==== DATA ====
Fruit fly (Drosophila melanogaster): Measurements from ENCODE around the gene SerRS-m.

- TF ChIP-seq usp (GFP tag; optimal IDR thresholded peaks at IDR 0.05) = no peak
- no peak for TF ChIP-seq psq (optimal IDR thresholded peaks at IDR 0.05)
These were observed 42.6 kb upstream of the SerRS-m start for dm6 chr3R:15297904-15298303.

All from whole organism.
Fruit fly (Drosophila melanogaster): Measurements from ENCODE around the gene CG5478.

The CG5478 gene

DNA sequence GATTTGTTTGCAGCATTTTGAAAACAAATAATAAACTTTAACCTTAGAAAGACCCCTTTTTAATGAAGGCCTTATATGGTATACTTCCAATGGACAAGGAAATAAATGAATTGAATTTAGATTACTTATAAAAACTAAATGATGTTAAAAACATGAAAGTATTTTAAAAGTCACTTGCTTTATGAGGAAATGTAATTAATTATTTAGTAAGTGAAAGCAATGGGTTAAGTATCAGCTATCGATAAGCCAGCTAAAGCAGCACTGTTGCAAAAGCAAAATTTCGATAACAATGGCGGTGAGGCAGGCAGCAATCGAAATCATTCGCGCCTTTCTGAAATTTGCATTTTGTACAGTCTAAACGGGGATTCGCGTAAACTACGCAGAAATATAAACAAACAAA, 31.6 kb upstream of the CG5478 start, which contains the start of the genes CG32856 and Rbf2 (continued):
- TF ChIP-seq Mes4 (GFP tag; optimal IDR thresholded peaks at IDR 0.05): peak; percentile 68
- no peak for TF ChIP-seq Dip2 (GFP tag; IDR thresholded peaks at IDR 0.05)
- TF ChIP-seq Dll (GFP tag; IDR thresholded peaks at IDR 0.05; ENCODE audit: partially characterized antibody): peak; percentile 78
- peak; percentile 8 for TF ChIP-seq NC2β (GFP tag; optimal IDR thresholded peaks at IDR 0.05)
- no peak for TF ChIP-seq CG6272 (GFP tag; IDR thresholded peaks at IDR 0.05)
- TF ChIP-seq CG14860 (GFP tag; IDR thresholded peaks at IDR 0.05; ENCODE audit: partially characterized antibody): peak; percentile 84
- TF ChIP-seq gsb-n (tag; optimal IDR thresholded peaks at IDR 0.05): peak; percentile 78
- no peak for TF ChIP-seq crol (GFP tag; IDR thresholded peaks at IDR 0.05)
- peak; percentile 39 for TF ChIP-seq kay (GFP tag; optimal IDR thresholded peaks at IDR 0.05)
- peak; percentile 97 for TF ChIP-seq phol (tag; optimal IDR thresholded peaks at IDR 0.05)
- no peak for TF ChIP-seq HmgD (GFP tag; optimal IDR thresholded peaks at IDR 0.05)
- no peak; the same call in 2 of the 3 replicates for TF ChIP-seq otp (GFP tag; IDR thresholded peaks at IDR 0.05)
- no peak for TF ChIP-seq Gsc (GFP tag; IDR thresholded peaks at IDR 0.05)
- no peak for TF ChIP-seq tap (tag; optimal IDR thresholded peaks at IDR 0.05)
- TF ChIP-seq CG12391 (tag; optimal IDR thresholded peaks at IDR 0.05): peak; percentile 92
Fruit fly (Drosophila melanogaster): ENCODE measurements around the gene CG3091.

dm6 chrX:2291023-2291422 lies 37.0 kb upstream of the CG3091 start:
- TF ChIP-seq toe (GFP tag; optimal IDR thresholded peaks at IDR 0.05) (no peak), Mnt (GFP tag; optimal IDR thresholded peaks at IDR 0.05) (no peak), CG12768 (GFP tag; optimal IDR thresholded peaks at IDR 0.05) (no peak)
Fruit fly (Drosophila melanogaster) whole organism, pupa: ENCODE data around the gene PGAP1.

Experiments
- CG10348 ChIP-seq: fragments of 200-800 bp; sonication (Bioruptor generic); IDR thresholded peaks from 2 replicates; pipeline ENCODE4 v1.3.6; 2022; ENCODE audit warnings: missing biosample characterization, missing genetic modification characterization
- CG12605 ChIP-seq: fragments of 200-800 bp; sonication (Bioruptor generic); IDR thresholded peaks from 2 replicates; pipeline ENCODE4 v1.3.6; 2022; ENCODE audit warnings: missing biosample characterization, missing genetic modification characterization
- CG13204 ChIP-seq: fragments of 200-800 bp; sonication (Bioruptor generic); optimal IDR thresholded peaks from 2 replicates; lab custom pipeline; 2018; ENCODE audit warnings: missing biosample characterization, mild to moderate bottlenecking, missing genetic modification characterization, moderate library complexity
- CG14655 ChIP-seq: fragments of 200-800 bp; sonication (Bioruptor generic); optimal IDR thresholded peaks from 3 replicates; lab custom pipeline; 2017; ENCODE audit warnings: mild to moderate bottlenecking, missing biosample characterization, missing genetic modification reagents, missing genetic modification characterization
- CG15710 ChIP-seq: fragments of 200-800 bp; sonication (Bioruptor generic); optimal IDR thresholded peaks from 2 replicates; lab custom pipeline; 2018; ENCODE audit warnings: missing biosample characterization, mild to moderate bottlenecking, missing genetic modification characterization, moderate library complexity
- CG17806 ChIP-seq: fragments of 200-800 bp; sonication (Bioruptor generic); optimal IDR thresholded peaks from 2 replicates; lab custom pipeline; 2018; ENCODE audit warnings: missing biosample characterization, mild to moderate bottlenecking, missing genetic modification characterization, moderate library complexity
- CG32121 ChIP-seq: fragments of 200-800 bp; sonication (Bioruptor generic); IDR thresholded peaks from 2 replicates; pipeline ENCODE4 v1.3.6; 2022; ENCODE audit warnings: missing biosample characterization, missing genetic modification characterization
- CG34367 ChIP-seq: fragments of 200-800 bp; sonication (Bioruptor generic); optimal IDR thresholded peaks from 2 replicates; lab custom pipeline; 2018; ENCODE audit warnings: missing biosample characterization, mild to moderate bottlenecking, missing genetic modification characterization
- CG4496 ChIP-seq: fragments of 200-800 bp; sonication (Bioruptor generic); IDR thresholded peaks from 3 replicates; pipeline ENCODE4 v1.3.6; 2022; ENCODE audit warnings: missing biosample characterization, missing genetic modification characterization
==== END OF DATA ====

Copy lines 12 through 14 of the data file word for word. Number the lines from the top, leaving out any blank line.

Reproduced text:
- peak; percentile 8 for TF ChIP-seq NC2β (GFP tag; optimal IDR thresholded peaks at IDR 0.05)
- no peak for TF ChIP-seq CG6272 (GFP tag; IDR thresholded peaks at IDR 0.05)
- TF ChIP-seq CG14860 (GFP tag; IDR thresholded peaks at IDR 0.05; ENCODE audit: partially characterized antibody): peak; percentile 84